class Parameter

class Parameter

Element of a Signature

class Parameter { }

Represents a parameter, for purpose of introspection.

The usual way to obtain a Parameter object is to create a signature, and call .params on it to obtain a list of the parameters.

my $sig   = :(Str $x);
my $param = $sig.params[0];
say $param.type;              # OUTPUT: «Str()␤»

See Signature for more information, and also for an explanation on what most of the concepts related to parameters mean.


method name

method name(Parameter:D: --> Str:D)

Returns the parameter name, which includes all sigils and twigils. This name is used internally when applied to code, or in a declaration to determine the declared the name. This name is not necessarily usable by a caller – if it is, it will also appear as an alias. Often, the name will be chosen descriptively as a form of self-documentation.

If the parameter is anonymous, an empty string will be returned.

Note: Before Rakudo version 2020.08 the return value for an anonymous parameter was Nil.

my Signature $sig = :(Str $xBool);
say $sig.params[0].name;                 # OUTPUT: «$x␤» 
say $sig.params[1].name;                 # OUTPUT: «␤» 

method usage-name

method usage-name(Parameter:D: --> Str:D)

Returns the parameter name without any sigils and twigils.

If the parameter is anonymous, an empty string will be returned.

Note: Before Rakudo version 2020.08 the return value for an anonymous parameter was Nil.

my Signature $sig = :(Str $xStr @*lBool);
say $sig.params[0].usage-name;           # OUTPUT: «x␤» 
say $sig.params[1].usage-name;           # OUTPUT: «l␤» 
say $sig.params[2].usage-name;           # OUTPUT: «␤» 

method sigil

method sigil(Parameter:D: --> Str:D)

Returns a string containing the parameter's sigil, for a looser definition of "sigil" than what is considered part of the parameter's name. Still returns a sigil even if the parameter is anonymous.

This "sigil" is actually an introspection used to help determine the normal binding style of a parameter, if it has not been altered through a trait.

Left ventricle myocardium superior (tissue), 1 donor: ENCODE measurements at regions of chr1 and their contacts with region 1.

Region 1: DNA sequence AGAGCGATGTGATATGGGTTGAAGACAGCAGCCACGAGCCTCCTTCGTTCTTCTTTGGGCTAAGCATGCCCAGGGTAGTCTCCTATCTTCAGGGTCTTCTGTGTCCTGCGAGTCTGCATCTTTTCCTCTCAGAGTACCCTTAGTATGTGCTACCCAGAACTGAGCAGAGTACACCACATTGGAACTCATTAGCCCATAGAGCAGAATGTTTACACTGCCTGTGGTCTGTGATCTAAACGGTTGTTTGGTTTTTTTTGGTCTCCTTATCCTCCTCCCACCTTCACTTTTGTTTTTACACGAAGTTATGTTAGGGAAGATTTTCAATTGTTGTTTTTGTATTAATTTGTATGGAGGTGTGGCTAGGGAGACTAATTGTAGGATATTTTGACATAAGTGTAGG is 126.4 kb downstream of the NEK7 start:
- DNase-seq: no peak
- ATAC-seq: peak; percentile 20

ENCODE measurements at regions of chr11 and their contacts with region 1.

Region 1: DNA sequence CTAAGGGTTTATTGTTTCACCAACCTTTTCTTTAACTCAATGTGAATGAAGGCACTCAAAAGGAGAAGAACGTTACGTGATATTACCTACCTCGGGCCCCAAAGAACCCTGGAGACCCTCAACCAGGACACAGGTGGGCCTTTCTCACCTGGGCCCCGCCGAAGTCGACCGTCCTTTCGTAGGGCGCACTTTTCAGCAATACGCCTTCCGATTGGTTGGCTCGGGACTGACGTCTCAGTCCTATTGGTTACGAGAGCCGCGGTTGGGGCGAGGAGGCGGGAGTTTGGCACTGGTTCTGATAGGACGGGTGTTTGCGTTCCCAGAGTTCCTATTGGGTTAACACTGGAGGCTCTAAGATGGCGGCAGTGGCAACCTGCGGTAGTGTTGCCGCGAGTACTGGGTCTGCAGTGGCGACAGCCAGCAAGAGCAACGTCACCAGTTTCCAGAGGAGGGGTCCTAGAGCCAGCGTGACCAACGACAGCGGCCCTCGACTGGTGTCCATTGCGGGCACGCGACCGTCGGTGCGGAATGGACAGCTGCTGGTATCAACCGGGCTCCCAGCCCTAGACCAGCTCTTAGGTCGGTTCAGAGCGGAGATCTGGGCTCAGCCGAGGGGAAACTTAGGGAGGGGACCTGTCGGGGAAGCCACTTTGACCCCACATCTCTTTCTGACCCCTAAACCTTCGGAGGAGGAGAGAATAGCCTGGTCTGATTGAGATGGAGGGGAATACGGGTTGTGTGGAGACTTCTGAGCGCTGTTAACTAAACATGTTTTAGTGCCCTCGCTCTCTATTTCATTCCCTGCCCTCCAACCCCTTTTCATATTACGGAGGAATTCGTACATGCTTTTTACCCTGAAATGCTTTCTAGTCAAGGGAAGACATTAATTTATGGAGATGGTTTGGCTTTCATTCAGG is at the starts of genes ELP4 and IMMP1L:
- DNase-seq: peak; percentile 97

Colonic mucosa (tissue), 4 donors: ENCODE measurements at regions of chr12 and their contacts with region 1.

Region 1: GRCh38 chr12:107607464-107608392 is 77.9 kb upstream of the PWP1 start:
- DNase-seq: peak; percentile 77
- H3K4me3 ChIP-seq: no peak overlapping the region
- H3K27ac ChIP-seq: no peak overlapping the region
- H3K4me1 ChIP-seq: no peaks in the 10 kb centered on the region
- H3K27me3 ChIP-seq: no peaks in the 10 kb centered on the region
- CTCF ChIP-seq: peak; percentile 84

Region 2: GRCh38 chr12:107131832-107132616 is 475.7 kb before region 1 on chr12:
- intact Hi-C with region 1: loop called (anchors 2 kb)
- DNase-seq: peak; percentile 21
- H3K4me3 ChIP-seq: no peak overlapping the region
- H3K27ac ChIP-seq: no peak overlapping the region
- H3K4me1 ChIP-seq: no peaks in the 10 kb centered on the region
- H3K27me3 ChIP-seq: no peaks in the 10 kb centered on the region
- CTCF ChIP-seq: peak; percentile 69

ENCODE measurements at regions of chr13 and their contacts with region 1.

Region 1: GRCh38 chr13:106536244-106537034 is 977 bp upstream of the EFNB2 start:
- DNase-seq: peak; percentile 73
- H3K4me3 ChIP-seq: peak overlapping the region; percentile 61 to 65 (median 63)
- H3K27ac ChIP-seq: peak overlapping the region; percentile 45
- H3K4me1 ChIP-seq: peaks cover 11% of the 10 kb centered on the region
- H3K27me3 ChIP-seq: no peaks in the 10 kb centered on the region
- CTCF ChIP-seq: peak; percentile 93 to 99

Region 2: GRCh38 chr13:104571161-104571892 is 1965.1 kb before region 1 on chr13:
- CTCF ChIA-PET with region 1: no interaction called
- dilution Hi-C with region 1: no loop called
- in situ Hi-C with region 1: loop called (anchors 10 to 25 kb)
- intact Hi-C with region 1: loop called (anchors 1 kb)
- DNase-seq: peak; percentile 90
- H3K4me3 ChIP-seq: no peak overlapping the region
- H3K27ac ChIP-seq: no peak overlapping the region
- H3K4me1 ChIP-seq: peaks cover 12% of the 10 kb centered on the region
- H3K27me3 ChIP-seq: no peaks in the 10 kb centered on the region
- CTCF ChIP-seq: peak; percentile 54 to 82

SigilWill bind toDefault behavior
$ScalarGenerate new Scalar, use instead of Scalar in argument, if any
@PositionalBind directly to the argument
@PositionalBindFailoverIf binding failed, call argument's .cache method, bind to result
%AssociativeBind directly to the argument
&CallableBind directly to the argument
\(anything)Bind directly to the argument, keep existing Scalar, if any

Also, | will bind to all remaining arguments and make new Capture if needed.

method type

Returns the nominal type constraint of the parameter.

method coerce_type

Returns the coercion type of the parameter.

method constraints

Returns nominal type constraint on the parameter (usually as an all-Junction).

method named

method named(Parameter:D: --> Bool:D)

Returns True if it's a named parameter.

my Signature $sig = :(Str $xBool :$is-named);
say $sig.params[0].named;                          # OUTPUT: «False␤» 
say $sig.params[1].named;                          # OUTPUT: «True␤»

method named_names

method named_names(Parameter:D: --> List:D)

Returns the list of externally usable names/aliases for a named parameter.

method positional

method positional(Parameter:D: --> Bool:D)

Returns True if the parameter is named parameter.

my Signature $sig = :(Str $xBool :$is-named);
say $sig.params[0].positional;                     # OUTPUT: «True␤» 
say $sig.params[1].positional;                     # OUTPUT: «False␤»

method slurpy

method slurpy(Parameter:D: --> Bool:D)

Returns True for slurpy parameters.

method twigil

method twigil(Parameter:D: --> Str:D)

Returns a string containing the twigil part of the parameter's name.

method optional

method optional(Parameter:D: --> Bool:D)

Returns True for optional parameters.

method raw

method raw(Parameter:D: --> Bool:D)

Returns True for raw parameters.

sub f($a$b is raw, \c{
    my $sig = &?ROUTINE.signature;
    for ^$sig.params.elems {
        say $sig.params[$_].raw;
f(17"4711"42); # OUTPUT: «False␤True␤True␤»

Raw parameters bind either a variable or a value passed to it, with no decontainerization taking place. That means that if a variable was passed to it, you can assign to the parameter. This is different from rw-parameter which can only bind to variables, never to values.